It is harder to define capacity for campus housing.  The existing campus housing stock was built in the 50’s and 60’s, and housed over 6,000 students.  However, what was a satisfactory room for two in 1950 is now closer to the standard room for one.  In light of this, campus residents now have a choice between the traditional double occupancy rooms or “super single” rooms.  Consequently, a residence hall with a maximum occupancy of 300 beds in 1955 may have a more realistic maximum occupancy of 200 beds in 2008.  Meeting President Dunn's goal of increasing the number of students living on campus AND providing more modern housing accommodations will require more housing stock than currently exists on campus.

bullet How does the university deal with obsolete buildings?
There are two related but different problems with old buildings:  functional obsolescence and structural deficiencies. 

A degraded or deficient structure is expensive to maintain and creates life and safety problems.  Current fire codes and standards for barrier-free access and environmental quality are not met.  Maintenance and energy expenses far exceed the average due to constant repairs and poorly functioning, outdated equipment.  At some point the structure must be renovated or removed, the decision based in part on the relative total cost of the two options and in part on the options for re-use of the facility or the building site.  In the case of the East Campus buildings, institutional pride and heritage are also important factors.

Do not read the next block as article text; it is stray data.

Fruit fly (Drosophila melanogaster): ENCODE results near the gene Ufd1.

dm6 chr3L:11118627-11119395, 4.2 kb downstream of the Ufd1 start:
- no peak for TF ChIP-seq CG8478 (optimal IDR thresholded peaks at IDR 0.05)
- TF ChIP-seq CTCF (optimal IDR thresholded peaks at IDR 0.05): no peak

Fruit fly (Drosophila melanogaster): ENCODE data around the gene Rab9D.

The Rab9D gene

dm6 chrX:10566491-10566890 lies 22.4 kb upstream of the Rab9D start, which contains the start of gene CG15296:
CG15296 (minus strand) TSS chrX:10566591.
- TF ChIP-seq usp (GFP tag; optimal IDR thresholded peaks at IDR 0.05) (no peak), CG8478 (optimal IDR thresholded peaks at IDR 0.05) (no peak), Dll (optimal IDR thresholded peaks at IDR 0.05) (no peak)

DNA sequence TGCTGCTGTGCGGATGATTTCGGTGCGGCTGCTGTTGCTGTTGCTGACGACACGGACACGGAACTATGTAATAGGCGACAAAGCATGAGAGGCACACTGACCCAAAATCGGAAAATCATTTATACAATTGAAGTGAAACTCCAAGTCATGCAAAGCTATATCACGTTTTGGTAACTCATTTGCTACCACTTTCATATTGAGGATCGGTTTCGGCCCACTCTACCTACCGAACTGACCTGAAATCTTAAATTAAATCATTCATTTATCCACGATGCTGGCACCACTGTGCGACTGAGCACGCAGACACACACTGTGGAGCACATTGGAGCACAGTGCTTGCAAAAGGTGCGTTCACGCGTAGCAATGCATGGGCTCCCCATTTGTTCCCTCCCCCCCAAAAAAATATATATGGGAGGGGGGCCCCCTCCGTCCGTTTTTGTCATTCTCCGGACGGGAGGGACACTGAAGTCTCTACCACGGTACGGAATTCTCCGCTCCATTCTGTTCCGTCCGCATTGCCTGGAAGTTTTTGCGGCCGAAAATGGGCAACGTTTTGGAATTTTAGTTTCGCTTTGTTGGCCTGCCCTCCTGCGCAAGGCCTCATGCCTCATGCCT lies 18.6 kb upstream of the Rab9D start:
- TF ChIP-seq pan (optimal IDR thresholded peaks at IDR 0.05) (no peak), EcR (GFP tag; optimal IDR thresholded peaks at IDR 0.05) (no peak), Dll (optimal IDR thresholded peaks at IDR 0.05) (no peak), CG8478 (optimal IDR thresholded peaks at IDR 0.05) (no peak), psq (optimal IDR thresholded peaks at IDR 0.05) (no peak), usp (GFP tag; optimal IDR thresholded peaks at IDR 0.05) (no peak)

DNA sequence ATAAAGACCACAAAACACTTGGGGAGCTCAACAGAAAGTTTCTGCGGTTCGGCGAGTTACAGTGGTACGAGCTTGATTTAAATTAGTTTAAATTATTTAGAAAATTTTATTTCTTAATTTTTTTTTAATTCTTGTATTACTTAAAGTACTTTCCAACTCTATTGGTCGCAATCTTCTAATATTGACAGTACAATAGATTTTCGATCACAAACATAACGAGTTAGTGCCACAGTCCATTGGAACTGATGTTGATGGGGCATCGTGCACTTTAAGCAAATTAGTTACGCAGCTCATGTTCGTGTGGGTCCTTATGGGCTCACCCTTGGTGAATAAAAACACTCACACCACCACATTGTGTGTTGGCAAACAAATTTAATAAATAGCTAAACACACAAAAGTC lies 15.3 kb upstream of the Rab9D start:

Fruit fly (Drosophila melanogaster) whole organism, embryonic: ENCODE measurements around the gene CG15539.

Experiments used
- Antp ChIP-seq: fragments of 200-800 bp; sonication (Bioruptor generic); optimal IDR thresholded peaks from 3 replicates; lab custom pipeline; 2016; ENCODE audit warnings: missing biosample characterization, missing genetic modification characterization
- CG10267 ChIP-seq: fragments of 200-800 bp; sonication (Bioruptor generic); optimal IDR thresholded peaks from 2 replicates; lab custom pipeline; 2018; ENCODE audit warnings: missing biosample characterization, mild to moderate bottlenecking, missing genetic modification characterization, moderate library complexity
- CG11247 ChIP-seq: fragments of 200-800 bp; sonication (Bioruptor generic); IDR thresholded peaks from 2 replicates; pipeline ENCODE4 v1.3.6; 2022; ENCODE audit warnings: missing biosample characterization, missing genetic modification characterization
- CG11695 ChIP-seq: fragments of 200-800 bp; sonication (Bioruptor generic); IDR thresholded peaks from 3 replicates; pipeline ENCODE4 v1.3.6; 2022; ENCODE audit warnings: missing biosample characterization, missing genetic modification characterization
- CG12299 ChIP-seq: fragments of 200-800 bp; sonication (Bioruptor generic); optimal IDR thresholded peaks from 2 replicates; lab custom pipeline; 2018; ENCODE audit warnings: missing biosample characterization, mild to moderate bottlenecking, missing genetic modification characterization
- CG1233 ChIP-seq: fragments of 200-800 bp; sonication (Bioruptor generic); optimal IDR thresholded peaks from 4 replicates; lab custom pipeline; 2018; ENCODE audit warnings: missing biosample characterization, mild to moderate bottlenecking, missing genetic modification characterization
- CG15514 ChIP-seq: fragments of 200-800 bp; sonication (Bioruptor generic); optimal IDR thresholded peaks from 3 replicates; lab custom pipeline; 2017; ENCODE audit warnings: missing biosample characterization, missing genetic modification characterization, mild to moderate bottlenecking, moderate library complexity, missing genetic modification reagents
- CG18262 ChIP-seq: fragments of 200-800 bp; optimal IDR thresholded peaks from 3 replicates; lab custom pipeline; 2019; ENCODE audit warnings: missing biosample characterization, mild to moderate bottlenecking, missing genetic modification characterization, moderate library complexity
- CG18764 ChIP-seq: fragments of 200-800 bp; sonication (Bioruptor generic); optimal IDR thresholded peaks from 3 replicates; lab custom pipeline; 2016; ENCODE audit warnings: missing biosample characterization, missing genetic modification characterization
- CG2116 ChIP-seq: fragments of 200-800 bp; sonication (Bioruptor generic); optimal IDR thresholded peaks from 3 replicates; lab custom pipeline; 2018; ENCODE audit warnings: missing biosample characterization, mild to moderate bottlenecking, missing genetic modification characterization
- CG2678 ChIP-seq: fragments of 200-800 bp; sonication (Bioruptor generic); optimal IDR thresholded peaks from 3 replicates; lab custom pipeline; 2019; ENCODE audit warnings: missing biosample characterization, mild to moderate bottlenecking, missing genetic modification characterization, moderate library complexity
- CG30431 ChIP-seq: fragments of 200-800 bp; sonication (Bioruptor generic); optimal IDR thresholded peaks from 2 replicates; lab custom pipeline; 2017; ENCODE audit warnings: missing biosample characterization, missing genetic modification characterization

On the other hand, functional obsolescence may occur in a perfectly maintained and operating building if the activities that occur in it can only be done inadequately or with compensating behaviors.  For example, if a curriculum requires a laptop for every student and two projection displays for effective content delivery, the facility must have sufficient electrical and data capacity, ceilings high enough for projection displays that everyone can see, zoned lighting for darkening the room in one area and lighting it in another, and enough desk space for every student to have room to use their laptop.  Each of these features adds to the total amount of space needed for a well-functioning classroom, and the standard technology needed for today's classroom far exceeds that for classrooms built before 1990, or even 2000.  Remediating these issues can be done on a room-to-room basis but more often requires major building renovation to adequately provide the infrastructure to support the additional space, technology and energy requirements.

bullet What are the actual boundaries of WMU property?
Links to campus maps are below.  WMU property has a colored background; non-campus property has a white background.

bullet The 2000 Master Plan recommends using bridges to connect campus areas.  Where are the proposed bridges located?
The bridges proposed in the Master Plan are intended to connect the campuses and provide access to all the campuses without resorting to the city streets.  One of the proposed bridges would span Stadium Drive, physically connecting Oakland Drive Campus with West Campus, and another would span Oakland Drive near the Little Theatre.  In addition to making inter-campus circulation simpler by avoiding traffic lights and street congestion, the bridge over Stadium Drive would also eliminate the inconvenience caused by the train tracks.

 

Planning Division of Facilities Management; Mail #5313
Western Michigan University
1903 W. Michigan Ave.
Kalamazoo MI 49008 USA
(269) 387-8543 or 387-8544 | (269) 387-8818 Fax
campus-facility@wmich.edu

 

Shipping Address:
Planning Division; Facilities Management
Campus Services Building

1201 Oliver Street

Kalamazoo, MI  49008